• WaterAid also worked with experts to design and install inclusive handwashing facilities that are adapted to be used by people with different abilities and can be operated by pedals using hands, feet or knees. This also allows for hands-free operation of the stations to allow for less contact.
  • ActionAid in Kenya is taking a gendered approach and are working with women and girls to teach them about COVID prevention and training them to share hygiene awareness messaging in their communities, including awareness work to tackle stigma associated with COVID-19.
  • PSI in Kenya and Vietnam developed chatbots to deliver COVID-19 training to healthcare workers via WhatsApp as lockdown restricted face-to-face courses. Other partners such as Save the Children, BRAC and SNV have also used digital tools to adapt training and courses for children, teachers and sanitation workers.
  • Sesame Workshop adapted Unilever behaviour change material and made it accessible to children and their carers in short episodes using their well-known characters from Sesame Street.
  • UNHCR, the UN Refugee Agency, supported Esatis Lebon, a 25-year-old refugee from the Central African Republic, residing in the Democratic Republic of Congo to record a song to raise awareness of Covid 19. The song has reached over 75,000 people living in northern areas of the country.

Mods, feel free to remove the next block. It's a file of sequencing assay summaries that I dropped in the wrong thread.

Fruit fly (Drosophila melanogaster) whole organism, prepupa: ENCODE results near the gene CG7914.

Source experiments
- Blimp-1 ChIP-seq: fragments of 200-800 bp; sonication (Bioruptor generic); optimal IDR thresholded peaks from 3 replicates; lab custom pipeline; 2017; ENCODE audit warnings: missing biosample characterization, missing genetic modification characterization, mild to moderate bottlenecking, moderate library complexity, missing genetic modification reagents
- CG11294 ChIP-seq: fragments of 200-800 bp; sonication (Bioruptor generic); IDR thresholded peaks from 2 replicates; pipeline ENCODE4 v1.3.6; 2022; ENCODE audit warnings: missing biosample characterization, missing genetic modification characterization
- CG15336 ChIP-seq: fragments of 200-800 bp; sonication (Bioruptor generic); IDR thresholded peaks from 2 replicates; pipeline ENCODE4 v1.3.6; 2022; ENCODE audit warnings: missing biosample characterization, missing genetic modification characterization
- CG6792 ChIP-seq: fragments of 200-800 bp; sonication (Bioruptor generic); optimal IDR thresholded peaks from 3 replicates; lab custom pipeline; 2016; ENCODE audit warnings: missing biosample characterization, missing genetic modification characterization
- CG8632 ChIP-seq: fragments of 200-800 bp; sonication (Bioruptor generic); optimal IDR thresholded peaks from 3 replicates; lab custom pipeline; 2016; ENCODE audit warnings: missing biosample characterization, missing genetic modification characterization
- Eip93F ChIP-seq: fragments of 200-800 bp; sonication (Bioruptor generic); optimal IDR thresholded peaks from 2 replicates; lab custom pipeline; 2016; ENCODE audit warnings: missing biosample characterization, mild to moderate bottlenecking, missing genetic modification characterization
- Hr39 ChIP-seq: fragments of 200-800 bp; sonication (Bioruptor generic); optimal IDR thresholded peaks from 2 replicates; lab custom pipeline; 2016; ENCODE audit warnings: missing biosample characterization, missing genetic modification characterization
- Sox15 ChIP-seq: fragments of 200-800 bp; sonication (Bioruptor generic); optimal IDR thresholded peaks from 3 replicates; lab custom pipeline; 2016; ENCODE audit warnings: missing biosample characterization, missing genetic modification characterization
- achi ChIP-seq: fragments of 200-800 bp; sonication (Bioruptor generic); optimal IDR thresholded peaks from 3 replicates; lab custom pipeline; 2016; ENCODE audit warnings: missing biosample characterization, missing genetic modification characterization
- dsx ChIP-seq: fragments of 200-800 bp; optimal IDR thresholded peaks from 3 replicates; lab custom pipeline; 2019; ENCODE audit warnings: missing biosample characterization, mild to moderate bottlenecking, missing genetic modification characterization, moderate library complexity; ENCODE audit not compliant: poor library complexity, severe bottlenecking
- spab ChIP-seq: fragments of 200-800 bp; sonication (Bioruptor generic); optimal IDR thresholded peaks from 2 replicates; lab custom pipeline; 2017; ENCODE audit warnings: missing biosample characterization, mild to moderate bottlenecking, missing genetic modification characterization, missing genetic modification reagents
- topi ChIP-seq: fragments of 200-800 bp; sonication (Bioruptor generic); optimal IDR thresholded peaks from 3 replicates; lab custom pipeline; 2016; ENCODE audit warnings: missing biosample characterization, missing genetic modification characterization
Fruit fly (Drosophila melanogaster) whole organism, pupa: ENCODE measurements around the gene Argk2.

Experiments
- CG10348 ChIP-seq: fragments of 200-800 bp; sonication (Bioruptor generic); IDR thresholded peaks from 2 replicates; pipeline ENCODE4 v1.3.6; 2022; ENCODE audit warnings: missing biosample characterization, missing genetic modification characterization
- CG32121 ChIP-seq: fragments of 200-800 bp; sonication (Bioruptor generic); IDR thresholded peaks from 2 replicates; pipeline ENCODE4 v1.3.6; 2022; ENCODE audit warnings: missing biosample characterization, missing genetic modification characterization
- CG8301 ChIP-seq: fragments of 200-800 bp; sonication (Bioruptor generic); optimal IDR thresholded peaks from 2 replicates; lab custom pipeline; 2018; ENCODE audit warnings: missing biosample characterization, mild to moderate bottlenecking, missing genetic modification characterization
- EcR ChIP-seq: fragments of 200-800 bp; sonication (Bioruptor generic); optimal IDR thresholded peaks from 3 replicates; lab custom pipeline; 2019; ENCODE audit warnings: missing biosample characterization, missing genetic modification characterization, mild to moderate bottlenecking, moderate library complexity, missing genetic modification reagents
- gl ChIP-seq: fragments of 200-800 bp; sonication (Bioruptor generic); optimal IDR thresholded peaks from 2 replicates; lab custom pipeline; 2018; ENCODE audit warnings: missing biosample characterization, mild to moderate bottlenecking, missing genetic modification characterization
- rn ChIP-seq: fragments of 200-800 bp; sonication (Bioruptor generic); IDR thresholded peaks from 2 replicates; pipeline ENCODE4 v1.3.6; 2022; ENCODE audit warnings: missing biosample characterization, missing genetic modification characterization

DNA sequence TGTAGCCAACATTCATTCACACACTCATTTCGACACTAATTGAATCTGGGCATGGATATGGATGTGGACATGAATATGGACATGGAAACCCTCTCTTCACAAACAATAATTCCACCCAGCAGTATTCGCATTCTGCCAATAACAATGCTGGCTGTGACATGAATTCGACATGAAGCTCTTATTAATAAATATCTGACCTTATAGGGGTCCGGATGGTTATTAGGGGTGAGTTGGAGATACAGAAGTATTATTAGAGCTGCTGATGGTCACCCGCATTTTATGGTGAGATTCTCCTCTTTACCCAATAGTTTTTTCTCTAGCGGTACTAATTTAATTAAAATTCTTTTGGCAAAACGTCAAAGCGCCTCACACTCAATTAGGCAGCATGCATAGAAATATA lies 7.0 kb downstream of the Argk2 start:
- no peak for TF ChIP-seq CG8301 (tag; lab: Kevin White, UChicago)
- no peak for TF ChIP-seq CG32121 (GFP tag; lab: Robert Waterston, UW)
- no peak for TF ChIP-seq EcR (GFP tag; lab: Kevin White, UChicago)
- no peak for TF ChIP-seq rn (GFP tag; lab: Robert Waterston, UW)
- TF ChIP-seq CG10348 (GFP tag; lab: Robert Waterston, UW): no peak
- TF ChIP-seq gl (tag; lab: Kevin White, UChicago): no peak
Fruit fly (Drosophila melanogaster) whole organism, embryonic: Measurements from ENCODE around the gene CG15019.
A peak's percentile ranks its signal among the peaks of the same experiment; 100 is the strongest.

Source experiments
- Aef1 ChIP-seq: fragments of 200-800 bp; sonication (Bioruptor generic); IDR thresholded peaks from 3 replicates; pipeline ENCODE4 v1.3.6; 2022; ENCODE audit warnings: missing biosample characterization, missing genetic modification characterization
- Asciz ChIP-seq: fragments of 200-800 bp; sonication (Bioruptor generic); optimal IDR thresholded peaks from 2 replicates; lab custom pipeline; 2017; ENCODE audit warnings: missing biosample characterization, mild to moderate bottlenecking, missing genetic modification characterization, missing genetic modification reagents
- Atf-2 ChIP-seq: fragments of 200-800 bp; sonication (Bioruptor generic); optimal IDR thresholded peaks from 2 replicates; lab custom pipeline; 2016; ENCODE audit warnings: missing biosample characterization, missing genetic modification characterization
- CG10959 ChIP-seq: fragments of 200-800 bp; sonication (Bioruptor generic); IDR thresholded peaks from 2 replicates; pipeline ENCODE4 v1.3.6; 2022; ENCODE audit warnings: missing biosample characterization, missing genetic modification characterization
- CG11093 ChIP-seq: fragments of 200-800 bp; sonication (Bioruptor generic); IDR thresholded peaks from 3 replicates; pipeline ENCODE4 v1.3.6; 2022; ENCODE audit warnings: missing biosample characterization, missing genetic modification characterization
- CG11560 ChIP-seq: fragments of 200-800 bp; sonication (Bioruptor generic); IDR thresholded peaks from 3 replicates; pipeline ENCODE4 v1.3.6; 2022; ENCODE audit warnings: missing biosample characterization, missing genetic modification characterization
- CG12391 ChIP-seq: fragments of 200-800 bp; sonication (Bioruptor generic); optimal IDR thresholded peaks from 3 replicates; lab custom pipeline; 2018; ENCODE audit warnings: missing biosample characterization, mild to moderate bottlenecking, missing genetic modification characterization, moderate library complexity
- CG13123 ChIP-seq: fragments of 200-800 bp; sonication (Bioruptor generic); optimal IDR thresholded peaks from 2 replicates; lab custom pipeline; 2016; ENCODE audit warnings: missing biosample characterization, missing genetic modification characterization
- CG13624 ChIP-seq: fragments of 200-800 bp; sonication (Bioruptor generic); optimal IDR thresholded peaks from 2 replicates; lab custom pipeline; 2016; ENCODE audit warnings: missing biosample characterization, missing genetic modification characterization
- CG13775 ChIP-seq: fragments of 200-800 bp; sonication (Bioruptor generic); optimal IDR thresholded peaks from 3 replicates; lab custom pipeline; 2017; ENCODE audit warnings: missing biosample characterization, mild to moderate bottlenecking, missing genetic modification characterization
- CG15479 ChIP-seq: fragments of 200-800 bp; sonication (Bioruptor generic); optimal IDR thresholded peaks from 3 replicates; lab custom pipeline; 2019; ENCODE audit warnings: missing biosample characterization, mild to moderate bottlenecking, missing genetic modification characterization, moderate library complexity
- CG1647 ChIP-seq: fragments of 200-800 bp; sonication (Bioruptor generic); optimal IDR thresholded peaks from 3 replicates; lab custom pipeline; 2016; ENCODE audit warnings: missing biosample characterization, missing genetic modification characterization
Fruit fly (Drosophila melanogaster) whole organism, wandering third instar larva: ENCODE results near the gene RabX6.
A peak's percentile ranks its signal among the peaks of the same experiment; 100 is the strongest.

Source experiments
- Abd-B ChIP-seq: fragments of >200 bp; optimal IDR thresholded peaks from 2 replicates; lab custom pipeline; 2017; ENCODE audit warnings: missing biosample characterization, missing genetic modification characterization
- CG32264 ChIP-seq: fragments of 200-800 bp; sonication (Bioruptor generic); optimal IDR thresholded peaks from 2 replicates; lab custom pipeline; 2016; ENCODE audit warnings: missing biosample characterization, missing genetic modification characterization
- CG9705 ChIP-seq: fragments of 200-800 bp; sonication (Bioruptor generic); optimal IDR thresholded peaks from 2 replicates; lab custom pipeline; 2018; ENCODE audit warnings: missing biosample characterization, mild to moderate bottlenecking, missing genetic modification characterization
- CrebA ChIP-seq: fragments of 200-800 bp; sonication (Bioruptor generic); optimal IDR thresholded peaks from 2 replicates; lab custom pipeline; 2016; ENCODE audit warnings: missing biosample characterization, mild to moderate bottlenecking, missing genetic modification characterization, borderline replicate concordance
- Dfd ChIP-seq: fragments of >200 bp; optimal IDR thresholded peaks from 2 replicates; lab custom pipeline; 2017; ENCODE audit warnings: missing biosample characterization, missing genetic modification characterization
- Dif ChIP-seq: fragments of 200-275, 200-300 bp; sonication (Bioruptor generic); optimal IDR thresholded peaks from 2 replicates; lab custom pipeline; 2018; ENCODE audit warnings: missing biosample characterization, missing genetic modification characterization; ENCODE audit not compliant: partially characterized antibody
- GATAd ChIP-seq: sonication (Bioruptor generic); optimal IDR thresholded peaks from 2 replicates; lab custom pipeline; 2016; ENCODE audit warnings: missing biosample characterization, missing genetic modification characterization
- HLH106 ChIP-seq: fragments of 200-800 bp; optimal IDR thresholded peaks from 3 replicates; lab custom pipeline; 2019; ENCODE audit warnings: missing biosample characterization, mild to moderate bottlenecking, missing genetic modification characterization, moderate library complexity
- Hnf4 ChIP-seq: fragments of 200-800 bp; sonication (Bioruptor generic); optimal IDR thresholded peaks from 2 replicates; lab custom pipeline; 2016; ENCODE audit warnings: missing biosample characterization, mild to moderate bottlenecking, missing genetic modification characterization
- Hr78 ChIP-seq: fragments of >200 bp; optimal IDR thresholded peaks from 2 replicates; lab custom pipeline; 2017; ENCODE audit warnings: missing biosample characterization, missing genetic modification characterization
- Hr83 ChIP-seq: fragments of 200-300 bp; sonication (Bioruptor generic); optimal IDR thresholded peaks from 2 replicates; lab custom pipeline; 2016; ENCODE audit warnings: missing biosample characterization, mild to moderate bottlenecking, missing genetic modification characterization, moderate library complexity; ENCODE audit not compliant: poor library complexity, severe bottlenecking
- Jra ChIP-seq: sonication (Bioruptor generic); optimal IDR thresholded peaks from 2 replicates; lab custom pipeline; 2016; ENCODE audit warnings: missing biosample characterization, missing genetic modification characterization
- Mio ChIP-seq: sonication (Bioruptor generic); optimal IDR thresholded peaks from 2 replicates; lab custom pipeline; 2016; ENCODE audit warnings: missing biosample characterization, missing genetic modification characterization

• World Vision worked with faith and community leaders in the Democratic Republic of Congo to help break down barriers to support and dispel myths about the virus and encourage good hygiene behaviours.

Knowledge sharing

Together with experts at the COVID-19 Hygiene Hub and technical partners like Facebook and Vodafone, Unilever offered upskilling sessions to partners on different topics. The company also organises sharing sessions which bring together all partners to share learning and challenges from their projects so that other organisations can learn from their solutions. This also gave space for organisations to come together and find collaboration opportunities and synergies between their interventions where they were working together in the same countries or similar contexts.

Creating a hygiene campaign

Unilever created a hygiene behaviour change campaign for mass media to teach and reinforce key hygiene behaviours and principles. Prolonged lockdowns and mixed messaging raised a need for a unifying campaign that could be used by all partners to ensure consistent reinforcement of hygiene principles, and which could be delivered to a large number of people from a safe distance. Working with global creative agency Ogilvy and with input from partners on the ground Unilever produced a global campaign which drew inspiration from the UK’s Hands-Face-Space campaign. Referred to as the “password for taking back our world from the coronavirus”, the #HANDS-FACE-SPACE-SURFACE campaign was created in four versions for use across Africa, South Asia, South East Asia and the Middle East. It was further translated into local languages to suit local contexts. In some places the campaign was also adapted to match local government’s health campaigns, or to reach a specific audience such as children or people with disabilities. In total, the campaign has been translated into more than 30 languages and will be aired in over 18 countries across TV, radio, social media and through billboards, flyers and posters. Unilever’s global media partner, Mindshare, have been supporting partners with their media strategies to help partners maximise their reach